Let’s say that you want to make a graphic in your favorite graphic editor, output a graphic file, then display that graphic in your game. You would want to use CCSprite to pull this off. First things first, though. That graphic file has to get pulled into your project. Earlier in this series, I talked about how graphic files get put into both your Android and iOS projects, under Content > Images > Hd|Ld. I also mentioned that they have to be placed into both your Android and your iOS projects because each platform includes them in the final package differently. In Android, you need to make sure the Build Action for each file within the Content folder is set to AndroidAsset. In iOS, the Build Action needs to be set to BundleResource.

A quick note here: I found Xamarin Studio didn’t like to set the Build Action properly for iOS references automatically. I had to change each one of them myself to BundleResource.

In that same post, I talked about how you initialize the Game View to know where to look for assets. CCSprites are one of the elements that will put that to use. One of the constructors for CCSprites takes, as a parameter, the name of a file to render. That filename can include the file extension if you like, but it’s good practice not to. In fact, you could include the full path to the file too, if you wanted. Again, it’s good practice not to. Just the name is enough. CocosSharp will look in the folders specified in that initialization for file names matching the one you provide. This allows the engine to pick up either the High Density file or the Low Density file, depending on the pixel density of the device the game is running on.

There are two steps that need to occur for your sprite to be created and added to the active layer. First, you instantiate the sprite. Second, you add the sprite as a child to the current layer (or node).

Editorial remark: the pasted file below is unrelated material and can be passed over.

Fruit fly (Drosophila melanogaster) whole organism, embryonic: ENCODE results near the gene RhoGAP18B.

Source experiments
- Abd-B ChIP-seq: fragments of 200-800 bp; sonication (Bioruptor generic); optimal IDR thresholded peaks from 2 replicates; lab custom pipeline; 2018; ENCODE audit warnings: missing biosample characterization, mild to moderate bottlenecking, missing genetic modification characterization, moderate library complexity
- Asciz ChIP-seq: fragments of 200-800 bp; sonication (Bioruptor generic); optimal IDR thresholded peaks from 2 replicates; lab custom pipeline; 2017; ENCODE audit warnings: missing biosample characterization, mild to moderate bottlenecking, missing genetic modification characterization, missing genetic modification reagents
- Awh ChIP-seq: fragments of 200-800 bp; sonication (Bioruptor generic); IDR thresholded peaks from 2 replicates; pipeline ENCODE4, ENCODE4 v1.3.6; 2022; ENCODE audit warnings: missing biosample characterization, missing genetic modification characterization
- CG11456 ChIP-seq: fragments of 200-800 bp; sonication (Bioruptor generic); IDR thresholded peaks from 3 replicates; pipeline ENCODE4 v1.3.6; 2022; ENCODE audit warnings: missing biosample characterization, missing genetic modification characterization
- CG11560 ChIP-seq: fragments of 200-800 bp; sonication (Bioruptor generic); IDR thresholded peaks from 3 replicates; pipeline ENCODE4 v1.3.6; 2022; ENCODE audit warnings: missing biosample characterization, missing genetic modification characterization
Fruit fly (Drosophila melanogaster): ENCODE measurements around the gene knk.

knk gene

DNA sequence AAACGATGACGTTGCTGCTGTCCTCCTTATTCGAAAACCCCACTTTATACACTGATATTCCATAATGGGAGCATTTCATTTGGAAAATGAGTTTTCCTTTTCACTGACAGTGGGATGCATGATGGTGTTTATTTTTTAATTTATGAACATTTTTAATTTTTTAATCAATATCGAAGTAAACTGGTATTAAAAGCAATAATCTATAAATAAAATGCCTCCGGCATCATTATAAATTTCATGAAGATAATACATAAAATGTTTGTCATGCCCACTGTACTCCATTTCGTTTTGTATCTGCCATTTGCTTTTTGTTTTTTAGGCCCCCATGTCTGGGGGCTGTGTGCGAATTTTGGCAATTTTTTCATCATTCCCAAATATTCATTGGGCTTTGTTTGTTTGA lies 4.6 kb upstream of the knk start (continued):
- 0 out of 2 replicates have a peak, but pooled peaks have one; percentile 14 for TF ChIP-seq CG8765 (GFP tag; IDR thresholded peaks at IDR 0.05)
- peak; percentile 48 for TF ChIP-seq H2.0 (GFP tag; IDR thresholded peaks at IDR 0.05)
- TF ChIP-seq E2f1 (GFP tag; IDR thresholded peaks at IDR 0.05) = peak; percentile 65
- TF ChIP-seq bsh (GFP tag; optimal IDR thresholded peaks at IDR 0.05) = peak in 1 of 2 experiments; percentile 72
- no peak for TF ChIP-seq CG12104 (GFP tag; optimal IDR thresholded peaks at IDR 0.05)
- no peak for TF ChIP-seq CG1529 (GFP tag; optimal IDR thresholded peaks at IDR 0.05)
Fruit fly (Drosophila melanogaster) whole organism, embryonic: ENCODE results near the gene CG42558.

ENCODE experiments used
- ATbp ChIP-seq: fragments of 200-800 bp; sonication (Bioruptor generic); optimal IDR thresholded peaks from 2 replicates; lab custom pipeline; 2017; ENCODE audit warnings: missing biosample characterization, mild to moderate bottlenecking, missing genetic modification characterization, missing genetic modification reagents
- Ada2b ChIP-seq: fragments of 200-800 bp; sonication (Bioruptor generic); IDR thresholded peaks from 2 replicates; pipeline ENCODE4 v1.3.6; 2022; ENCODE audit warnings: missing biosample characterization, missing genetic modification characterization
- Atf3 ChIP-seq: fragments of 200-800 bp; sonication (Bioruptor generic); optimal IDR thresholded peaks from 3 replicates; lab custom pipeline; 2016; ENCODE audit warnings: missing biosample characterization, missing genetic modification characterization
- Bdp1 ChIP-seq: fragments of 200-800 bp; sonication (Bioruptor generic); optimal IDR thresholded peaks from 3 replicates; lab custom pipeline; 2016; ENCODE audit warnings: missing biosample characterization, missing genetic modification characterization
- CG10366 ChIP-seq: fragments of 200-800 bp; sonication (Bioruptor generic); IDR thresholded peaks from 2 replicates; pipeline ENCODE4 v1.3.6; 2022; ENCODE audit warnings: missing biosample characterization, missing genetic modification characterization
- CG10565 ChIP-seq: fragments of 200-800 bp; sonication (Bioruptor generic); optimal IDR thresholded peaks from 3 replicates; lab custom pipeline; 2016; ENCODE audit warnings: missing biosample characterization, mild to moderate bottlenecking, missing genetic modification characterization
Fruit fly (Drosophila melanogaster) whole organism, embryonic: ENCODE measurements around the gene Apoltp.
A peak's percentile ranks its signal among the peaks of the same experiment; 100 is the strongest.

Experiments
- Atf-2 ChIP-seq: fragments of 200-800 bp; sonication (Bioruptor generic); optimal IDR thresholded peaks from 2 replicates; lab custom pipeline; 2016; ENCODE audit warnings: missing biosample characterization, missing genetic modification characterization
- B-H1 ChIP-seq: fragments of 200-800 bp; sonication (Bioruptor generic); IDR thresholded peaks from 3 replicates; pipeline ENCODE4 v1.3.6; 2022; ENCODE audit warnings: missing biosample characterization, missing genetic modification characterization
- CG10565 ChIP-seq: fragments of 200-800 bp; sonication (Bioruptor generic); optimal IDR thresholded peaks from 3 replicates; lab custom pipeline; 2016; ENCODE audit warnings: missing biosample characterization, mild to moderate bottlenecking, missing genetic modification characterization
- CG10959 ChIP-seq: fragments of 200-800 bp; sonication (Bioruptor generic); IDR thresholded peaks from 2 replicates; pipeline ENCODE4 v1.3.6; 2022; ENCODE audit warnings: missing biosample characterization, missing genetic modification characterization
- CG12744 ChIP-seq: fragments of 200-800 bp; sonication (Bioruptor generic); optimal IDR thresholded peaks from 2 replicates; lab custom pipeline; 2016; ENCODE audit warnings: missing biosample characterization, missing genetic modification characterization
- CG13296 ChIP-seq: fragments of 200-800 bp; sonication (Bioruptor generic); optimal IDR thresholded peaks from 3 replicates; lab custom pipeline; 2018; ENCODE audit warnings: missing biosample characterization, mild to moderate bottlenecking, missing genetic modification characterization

Doing that, and nothing more, will render your sprite in the current layer at the position (0, 0), which is the lower-left corner of the screen. We will cover positioning much more in a later post. For now, (0, 0) is good enough for us. So now you’ve got a static sprite in your game and that may be exactly what you need. If that is the case, awesome. Carry on and make an great game. Mirror Maze v1, for example, only uses static sprites.

Sprites can do more than display static images, though. Sprites can also do frame-by-frame animation, kind of like cartoons. Why would you want to do something like this? Maybe your game involves a character that has a standing graphic when sitting idle, then needs to walk or run when moving around. The standing graphic is a single frame, but the walking or running animation will be a series of frames in order for the user to see a smooth animation.

There’s four steps to animate your sprite.